Collaboration, relationships, communication 

Publishing is not the end point. Academy as a whole needs to engage with that’ (Dr Rupert Gatti Trinity College/Faculty of Economics/Open Book Publishers) 

What is clear is that there are many players in the field of open access monograph publishing and continued and open communication between all parties is key. Within institutions, academics and research support providers (such as librarians) need to have conversations to ensure the help required is accessible, so authors are not battling with copyright issues alone or remain unaware of the full spectrum of publishing options available to them. Senior leaders at universities must engage with their academic communities to understand the issues they face. They can then in turn engage with policymakers to encourage realistic rules and guidance that would lead to meaningful, measurable outcomes. It was reassuring to hear that consultative approaches are being taken and we welcome the continuation of these. 

Publishers also have an important role in re-defining their relationship with academics. As Prof Martin Paul Eve questioned, are publishers solely service providers and academics content creators or are both parties co-producers and academic collaborators in the research process? Prof Roger Kain emphasised ‘the relationship of an author with their publisher with a journal is a very different relationship to the relationship of an author and their publisher with a monograph’ and as such this may lead to the chance to experiment further with business models, if publishers offer more added value through intellectual support for their authors. Of course, Learned Societies and holders of large collections of images have to be involved as well so that their position within the research process is well understood. These conversations should also happen in and between different geographical places because academic research will always have international collaborations. 

We also have to be mindful of the messages that come out of these conversations. Time and again we heard the notion that “open access means bad peer review” is still alive in the academic community. This is a myth that all publishers, as well as librarians and other research support staff, are keen to debunk. Another myth is the misconception that “open access is the end of print”. As Prof Roger Kain put it ‘open access does not mean wholly replacing the physical copies of a book but help creators of content to reach wider audiences…OA and print will co-exist’. The term “open science” was noted as appearing to exclude the humanities and, therefore, disengaging researchers before they’ve even got started, even though open science includes all disciplines (this is the reason why in Cambridge we prefer to use “open research”). The language used in Plan S communication was seen as being too opaque, especially for non-native English speakers. If we are encouraging open research, we should be using language that is open and transparent, especially when open research is an international endeavour, as already mentioned. It is important that messages are correct and clear so humanities scholars and other stakeholders can engage fully in debates about the future of open access monograph publishing.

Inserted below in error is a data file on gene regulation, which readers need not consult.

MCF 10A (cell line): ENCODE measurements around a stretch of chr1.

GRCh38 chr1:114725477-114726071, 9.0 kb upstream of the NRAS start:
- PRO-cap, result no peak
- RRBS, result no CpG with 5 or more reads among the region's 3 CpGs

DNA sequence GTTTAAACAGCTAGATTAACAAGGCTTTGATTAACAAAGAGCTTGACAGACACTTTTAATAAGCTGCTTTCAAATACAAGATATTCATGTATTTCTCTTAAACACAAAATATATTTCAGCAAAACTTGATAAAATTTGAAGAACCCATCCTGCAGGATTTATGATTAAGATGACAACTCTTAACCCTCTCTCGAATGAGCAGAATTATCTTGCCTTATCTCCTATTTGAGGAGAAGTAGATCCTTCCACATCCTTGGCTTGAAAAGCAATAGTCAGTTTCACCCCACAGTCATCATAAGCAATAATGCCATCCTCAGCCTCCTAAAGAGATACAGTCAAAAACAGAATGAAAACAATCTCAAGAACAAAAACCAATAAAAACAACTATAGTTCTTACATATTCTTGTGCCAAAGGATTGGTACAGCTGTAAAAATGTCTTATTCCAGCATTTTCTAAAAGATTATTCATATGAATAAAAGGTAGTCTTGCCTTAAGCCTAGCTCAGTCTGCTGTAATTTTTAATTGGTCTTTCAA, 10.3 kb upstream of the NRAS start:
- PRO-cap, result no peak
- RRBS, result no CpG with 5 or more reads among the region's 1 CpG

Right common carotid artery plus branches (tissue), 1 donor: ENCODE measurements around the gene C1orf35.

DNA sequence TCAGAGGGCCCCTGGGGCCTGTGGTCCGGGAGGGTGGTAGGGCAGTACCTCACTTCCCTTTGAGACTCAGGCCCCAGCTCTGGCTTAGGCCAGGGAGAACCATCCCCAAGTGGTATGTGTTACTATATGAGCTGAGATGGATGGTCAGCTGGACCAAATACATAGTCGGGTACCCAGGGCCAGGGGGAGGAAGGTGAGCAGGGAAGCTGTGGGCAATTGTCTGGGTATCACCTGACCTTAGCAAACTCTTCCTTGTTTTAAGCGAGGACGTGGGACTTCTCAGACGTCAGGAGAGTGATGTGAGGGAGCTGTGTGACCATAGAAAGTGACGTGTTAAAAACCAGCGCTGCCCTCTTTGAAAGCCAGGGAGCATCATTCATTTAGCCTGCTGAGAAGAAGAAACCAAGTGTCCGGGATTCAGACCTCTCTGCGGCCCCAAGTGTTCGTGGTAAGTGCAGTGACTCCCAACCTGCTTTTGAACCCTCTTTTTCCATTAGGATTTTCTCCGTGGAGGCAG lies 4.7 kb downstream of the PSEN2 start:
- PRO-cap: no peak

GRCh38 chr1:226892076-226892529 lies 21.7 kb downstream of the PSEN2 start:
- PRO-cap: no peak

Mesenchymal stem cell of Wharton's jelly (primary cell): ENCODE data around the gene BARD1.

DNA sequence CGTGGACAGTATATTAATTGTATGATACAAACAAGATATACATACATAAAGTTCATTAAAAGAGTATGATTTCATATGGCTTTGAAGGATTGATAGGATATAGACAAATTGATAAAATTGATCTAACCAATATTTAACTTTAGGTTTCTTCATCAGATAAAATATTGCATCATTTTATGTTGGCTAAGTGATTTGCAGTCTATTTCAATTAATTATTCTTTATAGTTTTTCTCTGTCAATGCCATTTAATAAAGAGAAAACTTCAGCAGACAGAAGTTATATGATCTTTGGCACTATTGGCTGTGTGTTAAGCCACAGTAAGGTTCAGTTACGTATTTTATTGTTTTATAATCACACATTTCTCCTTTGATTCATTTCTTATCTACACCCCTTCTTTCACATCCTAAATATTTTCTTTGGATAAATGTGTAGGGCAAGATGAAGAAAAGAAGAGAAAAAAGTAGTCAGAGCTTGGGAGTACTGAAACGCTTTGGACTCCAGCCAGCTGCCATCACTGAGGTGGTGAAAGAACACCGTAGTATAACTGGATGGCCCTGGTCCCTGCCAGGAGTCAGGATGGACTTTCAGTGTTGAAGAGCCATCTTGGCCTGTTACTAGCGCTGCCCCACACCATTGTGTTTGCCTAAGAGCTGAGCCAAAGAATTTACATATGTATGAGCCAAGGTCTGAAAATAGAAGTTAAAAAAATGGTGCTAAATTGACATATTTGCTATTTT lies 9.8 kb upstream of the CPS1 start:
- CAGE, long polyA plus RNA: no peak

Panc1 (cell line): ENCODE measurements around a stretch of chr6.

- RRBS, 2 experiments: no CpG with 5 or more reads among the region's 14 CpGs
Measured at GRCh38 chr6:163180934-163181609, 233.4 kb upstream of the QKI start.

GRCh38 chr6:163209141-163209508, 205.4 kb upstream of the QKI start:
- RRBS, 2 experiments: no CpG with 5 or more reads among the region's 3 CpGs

Summary 

‘If we are going to take open access for monographs forward in a timely fashion it has to be taken forward as a shared enterprise…an enterprise involving academics as content creators, their funders, their universities…but above all their publishers’ (Prof Roger Kain, School of Advanced Study, University of London & Chairman of the UUK OA Monographs Group)

The symposium saw common themes emerging around issues with open access for monographs as the system currently stands, but also the potential benefits and possibilities that open access could open up into the future. There was consensus that open access needs to go forward as a shared enterprise with all stakeholders being equal players. Looking into the future there was also concern about the visibility of humanities research going forward when compared to the natural sciences and that humanities authors should strive to demonstrate the impact of their publishing activities. 

Many of the themes discussed in this symposium echoed the recommendations as well as concerns outlined in the Universities UK Open Access Monograph report which was published a few days after this symposium took place. The report emphasised that complex questions still remained around issues such as costs, scalability and business models, but it was positive to read statements that the ‘academic book occupies a very distinct space in scholarly research’ reinforcing the fact that monographs are fundamentally different in intention and in kind when compared with journals or fields of research, and that ‘academic book publishing is an international activity’, with whatever implications this entails, as discussed earlier. 

Perhaps it is fitting to conclude with a dose of pragmatism by quoting one of Dr Steven Hill’s remarks at the end of the symposium